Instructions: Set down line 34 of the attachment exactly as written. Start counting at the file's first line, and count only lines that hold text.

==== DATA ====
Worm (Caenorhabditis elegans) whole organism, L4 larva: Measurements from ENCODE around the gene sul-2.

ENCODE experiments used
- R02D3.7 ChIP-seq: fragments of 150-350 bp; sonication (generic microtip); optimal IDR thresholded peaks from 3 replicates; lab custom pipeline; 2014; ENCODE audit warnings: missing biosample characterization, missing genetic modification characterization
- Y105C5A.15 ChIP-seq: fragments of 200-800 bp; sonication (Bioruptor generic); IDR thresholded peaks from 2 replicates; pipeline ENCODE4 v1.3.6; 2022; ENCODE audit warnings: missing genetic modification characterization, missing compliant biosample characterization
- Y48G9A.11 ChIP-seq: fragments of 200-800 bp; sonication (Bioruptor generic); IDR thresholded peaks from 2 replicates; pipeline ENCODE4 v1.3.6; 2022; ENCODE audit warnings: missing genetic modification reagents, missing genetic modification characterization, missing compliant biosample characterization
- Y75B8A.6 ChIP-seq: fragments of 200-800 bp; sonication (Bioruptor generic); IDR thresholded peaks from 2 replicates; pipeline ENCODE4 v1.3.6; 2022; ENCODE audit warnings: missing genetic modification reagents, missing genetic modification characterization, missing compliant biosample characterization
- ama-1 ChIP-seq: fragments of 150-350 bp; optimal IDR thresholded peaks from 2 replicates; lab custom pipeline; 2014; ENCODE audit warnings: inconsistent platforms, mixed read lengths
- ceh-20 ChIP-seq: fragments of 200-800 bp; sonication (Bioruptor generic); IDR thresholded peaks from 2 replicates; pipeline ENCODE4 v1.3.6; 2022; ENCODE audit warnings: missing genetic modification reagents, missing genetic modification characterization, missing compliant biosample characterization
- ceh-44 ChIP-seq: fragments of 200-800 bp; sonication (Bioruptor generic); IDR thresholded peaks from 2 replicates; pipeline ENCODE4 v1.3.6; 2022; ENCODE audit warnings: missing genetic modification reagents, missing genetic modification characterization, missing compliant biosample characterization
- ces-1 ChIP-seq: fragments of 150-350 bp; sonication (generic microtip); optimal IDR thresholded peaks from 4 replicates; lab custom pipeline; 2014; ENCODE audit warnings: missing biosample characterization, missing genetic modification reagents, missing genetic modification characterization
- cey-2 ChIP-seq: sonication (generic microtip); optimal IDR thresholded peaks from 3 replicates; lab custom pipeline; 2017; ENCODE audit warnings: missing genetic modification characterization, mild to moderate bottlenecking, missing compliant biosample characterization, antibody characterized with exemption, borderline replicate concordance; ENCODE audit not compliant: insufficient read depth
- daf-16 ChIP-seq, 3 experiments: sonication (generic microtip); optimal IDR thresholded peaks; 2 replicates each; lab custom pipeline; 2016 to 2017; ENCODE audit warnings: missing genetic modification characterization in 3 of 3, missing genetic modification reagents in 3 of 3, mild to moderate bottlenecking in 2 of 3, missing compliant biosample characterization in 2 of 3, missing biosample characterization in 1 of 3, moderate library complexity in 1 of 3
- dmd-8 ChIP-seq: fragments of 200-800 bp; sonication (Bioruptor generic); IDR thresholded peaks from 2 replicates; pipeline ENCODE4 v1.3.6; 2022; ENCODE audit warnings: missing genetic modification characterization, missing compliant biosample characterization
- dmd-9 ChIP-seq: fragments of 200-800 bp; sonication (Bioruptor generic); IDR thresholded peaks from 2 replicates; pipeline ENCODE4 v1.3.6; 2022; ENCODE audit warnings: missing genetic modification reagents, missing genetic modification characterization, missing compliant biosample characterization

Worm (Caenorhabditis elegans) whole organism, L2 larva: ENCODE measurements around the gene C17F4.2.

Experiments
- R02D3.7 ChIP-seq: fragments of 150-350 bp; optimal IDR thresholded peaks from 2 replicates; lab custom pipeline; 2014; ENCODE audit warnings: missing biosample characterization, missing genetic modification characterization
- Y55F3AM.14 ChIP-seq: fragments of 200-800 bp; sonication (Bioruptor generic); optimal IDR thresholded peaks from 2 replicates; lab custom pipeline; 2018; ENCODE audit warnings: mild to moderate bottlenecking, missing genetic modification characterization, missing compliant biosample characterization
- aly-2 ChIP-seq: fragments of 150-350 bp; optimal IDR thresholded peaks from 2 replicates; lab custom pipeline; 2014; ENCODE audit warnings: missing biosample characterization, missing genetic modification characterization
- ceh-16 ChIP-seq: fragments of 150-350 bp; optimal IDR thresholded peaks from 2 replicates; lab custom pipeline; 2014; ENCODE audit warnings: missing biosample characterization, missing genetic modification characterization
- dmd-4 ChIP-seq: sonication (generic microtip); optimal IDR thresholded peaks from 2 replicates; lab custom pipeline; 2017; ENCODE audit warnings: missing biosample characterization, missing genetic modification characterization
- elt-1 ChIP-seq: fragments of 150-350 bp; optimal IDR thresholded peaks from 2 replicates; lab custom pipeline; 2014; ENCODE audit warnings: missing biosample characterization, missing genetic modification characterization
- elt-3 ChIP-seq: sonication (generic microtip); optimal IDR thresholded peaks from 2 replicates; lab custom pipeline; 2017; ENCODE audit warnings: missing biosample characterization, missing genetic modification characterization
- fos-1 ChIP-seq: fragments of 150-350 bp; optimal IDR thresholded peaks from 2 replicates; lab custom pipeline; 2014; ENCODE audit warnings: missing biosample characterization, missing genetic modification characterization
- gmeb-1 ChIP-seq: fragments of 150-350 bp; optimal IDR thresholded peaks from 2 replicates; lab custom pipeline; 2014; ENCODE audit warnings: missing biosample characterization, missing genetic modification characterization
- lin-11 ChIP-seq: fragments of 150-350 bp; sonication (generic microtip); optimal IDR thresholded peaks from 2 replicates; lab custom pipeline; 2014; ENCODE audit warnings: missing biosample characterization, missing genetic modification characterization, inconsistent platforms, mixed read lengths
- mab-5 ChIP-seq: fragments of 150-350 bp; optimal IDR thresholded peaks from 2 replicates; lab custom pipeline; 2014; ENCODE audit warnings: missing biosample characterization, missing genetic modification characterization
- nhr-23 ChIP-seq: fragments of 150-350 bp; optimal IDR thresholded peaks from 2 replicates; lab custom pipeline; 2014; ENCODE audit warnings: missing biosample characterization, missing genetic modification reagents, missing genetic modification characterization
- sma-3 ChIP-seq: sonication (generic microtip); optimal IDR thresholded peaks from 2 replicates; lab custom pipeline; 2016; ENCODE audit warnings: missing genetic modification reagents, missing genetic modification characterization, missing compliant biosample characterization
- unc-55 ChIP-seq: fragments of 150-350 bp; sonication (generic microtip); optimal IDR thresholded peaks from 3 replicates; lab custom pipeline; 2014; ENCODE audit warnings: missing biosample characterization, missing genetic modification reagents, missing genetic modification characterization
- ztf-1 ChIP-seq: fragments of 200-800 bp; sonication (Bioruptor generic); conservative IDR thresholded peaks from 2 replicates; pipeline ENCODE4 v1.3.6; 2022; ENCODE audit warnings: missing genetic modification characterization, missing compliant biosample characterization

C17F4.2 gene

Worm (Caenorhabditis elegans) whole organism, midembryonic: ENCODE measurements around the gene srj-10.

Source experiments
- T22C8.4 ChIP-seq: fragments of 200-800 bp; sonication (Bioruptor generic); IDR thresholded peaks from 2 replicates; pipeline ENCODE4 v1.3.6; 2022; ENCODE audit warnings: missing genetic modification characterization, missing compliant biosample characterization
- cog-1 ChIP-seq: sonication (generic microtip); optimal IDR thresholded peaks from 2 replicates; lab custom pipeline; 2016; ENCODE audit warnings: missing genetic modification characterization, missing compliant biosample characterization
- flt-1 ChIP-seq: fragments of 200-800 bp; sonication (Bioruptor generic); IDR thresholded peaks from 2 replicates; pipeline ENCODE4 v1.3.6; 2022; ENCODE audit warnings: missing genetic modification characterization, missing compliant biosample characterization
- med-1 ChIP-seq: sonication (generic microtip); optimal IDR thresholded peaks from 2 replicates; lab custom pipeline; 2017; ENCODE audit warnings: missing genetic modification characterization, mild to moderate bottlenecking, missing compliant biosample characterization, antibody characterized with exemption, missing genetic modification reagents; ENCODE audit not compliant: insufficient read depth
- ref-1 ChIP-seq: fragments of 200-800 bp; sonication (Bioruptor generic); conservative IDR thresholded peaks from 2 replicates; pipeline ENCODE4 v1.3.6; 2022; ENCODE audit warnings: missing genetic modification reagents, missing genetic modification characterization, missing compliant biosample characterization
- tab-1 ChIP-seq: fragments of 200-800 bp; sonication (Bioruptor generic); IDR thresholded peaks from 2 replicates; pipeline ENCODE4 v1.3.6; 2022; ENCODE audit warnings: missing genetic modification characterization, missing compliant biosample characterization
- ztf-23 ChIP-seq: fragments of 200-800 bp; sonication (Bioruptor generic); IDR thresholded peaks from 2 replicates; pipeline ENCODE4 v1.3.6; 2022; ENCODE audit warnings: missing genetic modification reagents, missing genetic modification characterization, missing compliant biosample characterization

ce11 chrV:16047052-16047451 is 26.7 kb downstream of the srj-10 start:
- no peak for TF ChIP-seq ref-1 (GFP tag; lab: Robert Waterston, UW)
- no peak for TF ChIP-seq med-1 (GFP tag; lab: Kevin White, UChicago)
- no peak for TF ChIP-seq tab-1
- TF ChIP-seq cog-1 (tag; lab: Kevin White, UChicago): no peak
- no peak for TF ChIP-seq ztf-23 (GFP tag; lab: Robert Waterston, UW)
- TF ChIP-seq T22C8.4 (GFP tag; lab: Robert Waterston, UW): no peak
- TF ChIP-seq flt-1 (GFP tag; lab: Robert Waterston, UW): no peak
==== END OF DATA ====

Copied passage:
Source experiments